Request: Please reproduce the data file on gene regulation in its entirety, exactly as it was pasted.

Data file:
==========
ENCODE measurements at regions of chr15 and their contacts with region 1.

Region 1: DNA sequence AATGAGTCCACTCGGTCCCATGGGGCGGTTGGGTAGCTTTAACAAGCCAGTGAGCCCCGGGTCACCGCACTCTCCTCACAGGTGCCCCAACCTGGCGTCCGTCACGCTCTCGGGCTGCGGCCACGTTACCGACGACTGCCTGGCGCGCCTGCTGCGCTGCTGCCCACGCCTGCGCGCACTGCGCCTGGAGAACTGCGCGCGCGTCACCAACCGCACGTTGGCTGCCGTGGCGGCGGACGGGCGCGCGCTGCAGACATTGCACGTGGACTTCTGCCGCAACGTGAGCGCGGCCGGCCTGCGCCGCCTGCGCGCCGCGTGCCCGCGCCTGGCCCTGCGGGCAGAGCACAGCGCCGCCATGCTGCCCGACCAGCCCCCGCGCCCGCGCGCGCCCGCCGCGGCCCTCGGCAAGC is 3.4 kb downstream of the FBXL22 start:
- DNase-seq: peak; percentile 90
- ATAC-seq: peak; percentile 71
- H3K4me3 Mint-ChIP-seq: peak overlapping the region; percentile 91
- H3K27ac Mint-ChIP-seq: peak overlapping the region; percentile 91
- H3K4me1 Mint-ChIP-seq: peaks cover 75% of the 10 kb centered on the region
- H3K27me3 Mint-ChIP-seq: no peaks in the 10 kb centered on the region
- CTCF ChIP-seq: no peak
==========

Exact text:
ENCODE measurements at regions of chr15 and their contacts with region 1.

Region 1: DNA sequence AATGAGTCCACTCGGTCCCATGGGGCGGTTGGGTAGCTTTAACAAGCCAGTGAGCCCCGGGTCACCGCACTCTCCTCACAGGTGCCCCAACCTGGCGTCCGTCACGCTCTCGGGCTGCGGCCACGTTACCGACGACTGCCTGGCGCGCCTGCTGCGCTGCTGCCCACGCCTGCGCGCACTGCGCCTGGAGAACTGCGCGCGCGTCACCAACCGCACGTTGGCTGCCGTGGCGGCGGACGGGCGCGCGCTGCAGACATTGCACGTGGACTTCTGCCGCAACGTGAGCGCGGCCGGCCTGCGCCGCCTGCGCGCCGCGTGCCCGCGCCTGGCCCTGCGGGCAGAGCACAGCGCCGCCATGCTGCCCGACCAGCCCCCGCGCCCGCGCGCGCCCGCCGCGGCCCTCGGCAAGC is 3.4 kb downstream of the FBXL22 start:
- DNase-seq: peak; percentile 90
- ATAC-seq: peak; percentile 71
- H3K4me3 Mint-ChIP-seq: peak overlapping the region; percentile 91
- H3K27ac Mint-ChIP-seq: peak overlapping the region; percentile 91
- H3K4me1 Mint-ChIP-seq: peaks cover 75% of the 10 kb centered on the region
- H3K27me3 Mint-ChIP-seq: no peaks in the 10 kb centered on the region
- CTCF ChIP-seq: no peak